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Moto Roader MC Review

Official Score

Overall - 50%


The pint-sized action of Moto Roader MC is too small for its own good. The almighty Micro Machines have cornered the market on pint-sized thrills, and this single screen racer doesn’t do enough to dethrone the king.

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An exceptionally deep cut in the world of gaming, the 1992 PC-Engine cult classic Moto Roader series is back on the track 30 years later with the release of Ratalaika Games’ Moto Roader MC. Does this pint-sized arcade racer have what it takes to make an impact today, or are its pixels starting to show their age?

Moto Roader MC Review

The top-down antics of Moto Roader MC are easy to grasp, yet surprisingly difficult to master. You and four other racers must make nine laps around its single screen world, braving its world of speed boosts, sharp turns, and dead-ends to make it to the top. Handling errs on the side of slippery, and sabotage is an absolute must.

Those weaned on the micro antics of Micro Machines will know what to expect here, but one must think even smaller with Moto Roader MC. The cars take up so little real estate on the screen that it can be hard to even see where you are. This is far from the most colorful game around, but losing your wheels amidst the chaos is more common than you think.

In addition, it can be tricky to get the control down just right. One can go forward or in reverse and can change the style of turning, but it often feels like the cars are on ice. As a result, there is a bit of a counterintuitive learning curve. This is far from a deal breaker, but don’t be surprised when you’re playing dead last in the first handful of races.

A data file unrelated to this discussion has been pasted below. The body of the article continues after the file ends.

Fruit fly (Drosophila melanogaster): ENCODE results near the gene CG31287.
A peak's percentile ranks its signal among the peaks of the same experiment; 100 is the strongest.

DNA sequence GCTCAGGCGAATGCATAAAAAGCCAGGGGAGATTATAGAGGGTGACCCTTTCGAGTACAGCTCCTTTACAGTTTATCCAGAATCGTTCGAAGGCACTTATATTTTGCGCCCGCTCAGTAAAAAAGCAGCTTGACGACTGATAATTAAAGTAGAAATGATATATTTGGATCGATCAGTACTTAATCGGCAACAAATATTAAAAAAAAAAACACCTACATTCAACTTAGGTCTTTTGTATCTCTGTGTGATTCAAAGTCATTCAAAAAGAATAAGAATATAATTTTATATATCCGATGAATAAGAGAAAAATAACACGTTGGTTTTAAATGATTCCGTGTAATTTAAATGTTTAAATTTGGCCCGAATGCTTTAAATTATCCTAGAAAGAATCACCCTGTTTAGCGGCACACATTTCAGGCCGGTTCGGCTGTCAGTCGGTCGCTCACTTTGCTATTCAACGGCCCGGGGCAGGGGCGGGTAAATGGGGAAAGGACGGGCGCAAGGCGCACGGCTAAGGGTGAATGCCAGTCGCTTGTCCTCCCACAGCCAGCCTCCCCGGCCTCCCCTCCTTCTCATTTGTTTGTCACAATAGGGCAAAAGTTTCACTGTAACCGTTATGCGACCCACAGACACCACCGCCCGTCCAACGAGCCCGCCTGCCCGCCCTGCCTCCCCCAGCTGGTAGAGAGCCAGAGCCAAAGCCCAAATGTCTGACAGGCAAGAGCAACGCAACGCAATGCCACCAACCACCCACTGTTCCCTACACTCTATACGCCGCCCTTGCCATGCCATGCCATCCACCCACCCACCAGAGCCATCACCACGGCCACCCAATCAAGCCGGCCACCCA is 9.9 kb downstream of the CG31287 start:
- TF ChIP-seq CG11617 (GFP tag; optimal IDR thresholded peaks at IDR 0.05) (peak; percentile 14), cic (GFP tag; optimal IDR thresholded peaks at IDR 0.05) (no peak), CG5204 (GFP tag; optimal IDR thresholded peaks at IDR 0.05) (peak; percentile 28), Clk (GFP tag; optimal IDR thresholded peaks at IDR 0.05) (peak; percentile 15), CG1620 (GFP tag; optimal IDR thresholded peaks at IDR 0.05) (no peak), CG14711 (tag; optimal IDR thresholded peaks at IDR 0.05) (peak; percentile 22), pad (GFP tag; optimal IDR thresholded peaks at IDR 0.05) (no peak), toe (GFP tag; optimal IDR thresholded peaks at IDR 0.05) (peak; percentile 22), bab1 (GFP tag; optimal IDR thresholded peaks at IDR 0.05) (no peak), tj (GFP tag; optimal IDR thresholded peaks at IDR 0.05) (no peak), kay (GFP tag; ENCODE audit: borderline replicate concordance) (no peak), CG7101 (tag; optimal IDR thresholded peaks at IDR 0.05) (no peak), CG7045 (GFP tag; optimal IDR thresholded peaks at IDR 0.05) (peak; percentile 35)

It’s just a shame that this small perspective leads to small excitement. Whether one is racing in the Circuit, City, Nature, Marchen, or Special tracks, things quickly begin to blend together after some time. There are some unique maps in the lot, including a dungeon with teleporting paths and a sky castle with a runaway penguin. However, for every monkey there is just another fairly standard track that goes around in a circle – a dire case when there’s only 25 tracks in all.

Ultimately, that’s Moto Roader MC’s biggest problem – it lacks legs. Each race takes an average of a minute to complete, and there’s little to do outside of its main modes. There is the chance to earn driver points in its main mode (much like the system found in Mario Kart) or take on the average time trial, but most everyone will see everything on tap in a little over an hour.

Outside of the chance to adjust how cars collide and how slippery things are, Moto Roader MC also has a Omake mode. A soccer-based car mode (eat your heart out, Rocket League), players can either go one on one or two on two in an attempt to score enough goals in a set amount of time. There’s little variety to these bouts, and even the three different map layouts aren’t enough to make things stand out.

The pint-sized action of Moto Roader MC is too small for its own good. The almighty Micro Machines have cornered the market on pint-sized thrills, and this single screen racer doesn’t do enough to dethrone the king.

This review of Moto Roader MC was done on the Nintendo Switch. The game was purchased digitally.
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Casey Scheld

Drawn to the underground side of gaming, Casey helps the lesser known heroes of video games. If you’ve never heard of it, he’s mastered it.
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